USA — Leaders Outline Health Care, Family Services Improvements

WASHINGTON — The Defense Depart­ment has tak­en a num­ber of recent steps to improve health care and fam­i­ly sup­port ser­vices for mil­i­tary mem­bers and their fam­i­lies, the department’s two top lead­ers told a Sen­ate pan­el yes­ter­day.
Defense Sec­re­tary Robert M. Gates and Navy Adm. Mike Mullen, chair­man of the Joint Chiefs of Staff, told the Sen­ate Armed Ser­vices Com­mit­tee about sev­er­al areas of improve­ment dur­ing a hear­ing about the department’s fis­cal 2012 bud­get.

Gates said he has made quick imple­men­ta­tion of the shift to elec­tron­ic med­ical records for ser­vice mem­bers and vet­er­ans one of his top pri­or­i­ties. The issue is impor­tant enough, he said, that he and Vet­er­ans Affairs Sec­re­tary Eric K. Shin­se­ki met one-on-one two weeks ago to dis­cuss how to push the change faster. They will meet again in March and fol­low up with a staff meet­ing in April on the issue, he said. 

“I have found with these huge bureau­cra­cies, whether it’s DOD or VA, that things don’t move very fast unless they get high-lev­el atten­tion,” he said. “We’re com­mit­ted to get­ting fast progress on this. We’ve made a lot of progress, but it’s not fast enough as far as Sec­re­tary Shin­se­ki and I are concerned.”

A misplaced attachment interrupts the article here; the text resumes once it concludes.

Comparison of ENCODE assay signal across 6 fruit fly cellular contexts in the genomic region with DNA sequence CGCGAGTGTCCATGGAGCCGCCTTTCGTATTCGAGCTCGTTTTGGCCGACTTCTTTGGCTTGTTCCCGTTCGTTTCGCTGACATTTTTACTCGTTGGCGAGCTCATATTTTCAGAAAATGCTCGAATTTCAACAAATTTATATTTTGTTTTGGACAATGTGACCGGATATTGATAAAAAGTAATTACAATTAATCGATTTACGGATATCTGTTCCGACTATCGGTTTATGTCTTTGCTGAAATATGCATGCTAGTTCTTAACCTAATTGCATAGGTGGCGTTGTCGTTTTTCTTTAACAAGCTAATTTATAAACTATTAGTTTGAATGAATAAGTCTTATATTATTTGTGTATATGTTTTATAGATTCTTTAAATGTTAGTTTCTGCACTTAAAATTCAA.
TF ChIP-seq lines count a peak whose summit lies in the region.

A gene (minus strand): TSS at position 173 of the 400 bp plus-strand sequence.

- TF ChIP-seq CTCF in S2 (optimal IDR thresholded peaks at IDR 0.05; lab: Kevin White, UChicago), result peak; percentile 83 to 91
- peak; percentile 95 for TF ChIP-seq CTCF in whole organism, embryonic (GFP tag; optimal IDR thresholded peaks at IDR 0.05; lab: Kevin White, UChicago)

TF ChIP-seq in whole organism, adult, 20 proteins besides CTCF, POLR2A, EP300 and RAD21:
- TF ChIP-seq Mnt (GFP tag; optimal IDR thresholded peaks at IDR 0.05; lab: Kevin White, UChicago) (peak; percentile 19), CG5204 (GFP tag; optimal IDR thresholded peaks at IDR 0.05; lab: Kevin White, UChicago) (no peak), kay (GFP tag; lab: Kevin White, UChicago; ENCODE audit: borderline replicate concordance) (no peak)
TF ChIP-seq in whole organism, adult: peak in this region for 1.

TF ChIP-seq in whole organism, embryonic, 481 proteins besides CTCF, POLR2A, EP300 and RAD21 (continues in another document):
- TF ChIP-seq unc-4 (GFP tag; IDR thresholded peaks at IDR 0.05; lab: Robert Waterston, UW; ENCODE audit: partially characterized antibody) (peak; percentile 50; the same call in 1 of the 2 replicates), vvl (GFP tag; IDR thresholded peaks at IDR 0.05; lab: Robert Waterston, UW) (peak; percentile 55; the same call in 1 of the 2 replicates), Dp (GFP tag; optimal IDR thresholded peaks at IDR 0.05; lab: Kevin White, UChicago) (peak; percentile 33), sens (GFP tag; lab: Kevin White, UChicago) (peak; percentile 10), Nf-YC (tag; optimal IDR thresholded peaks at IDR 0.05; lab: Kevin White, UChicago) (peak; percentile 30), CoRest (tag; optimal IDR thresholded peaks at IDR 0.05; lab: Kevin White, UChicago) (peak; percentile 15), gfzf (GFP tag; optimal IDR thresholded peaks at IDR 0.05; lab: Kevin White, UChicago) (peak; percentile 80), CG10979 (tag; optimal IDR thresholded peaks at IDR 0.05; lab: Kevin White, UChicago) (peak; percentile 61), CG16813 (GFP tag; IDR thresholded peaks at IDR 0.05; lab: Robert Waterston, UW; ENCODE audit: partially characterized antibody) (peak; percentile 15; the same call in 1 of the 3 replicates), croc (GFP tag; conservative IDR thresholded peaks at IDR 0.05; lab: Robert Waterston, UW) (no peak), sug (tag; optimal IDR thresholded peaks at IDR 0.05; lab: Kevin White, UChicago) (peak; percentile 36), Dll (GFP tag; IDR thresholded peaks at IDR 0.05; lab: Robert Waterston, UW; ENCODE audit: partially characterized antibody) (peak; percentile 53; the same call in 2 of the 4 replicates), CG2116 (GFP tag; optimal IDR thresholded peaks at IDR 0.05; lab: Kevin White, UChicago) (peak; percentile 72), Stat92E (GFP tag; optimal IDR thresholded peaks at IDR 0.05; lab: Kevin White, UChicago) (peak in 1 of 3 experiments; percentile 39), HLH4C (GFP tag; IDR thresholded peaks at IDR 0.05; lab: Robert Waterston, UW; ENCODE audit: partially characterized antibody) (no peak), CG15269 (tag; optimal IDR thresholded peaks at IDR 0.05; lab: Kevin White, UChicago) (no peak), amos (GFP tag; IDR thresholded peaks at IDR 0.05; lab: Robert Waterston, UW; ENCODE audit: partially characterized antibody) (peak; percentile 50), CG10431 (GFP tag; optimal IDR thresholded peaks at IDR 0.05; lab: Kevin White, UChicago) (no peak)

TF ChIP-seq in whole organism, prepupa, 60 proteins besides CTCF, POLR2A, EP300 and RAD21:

Offi­cials also have sta­bi­lized pro­grams, par­tic­u­lar­ly in men­tal health and fam­i­ly sup­port ser­vices, by remov­ing them from the sup­ple­men­tal war fund­ing bud­get to the base bud­get, Gates said. In the past three years, he added, “we’ve moved vir­tu­al­ly all of it to the base bud­get, so long after the war fund­ing ends, we’ll still be able to sus­tain these programs.” 

The Defense Depart­ment has improved the deliv­ery of men­tal health ser­vices by hir­ing 6,000 men­tal health care work­ers since 2001, when the depart­ment had only about a thou­sand, Mullen said. “There have been extra­or­di­nary efforts to address this with­in the ser­vices,” he said, not­ing that civil­ian health care also is short of men­tal health prac­ti­tion­ers. Because of that and edu­ca­tion and out­reach cam­paigns, offi­cials have a bet­ter under­stand­ing of prob­lems like post-trau­mat­ic stress and trau­mat­ic brain injuries, the chair­man told the senators. 

“Ear­ly on, there was a great deal of focus on spous­es in terms of their stress, but there’s been an increas­ing aware­ness and under­stand­ing to address the whole fam­i­ly, includ­ing kids,” he said, not­ing that today’s mil­i­tary chil­dren have had par­ents at war most of their lives. 

Pub­lic aware­ness cam­paigns such as the one Pres­i­dent Barack Oba­ma and First Lady Michelle Oba­ma announced last month about the health of mil­i­tary fam­i­lies also go a long way in help­ing ser­vice mem­bers and their fam­i­lies, Gates said. 

The White House cam­paign “is a huge step for­ward in giv­ing this vis­i­bil­i­ty in a way we just haven’t had before,” he added. 

U.S. Depart­ment of Defense
Office of the Assis­tant Sec­re­tary of Defense (Pub­lic Affairs) 

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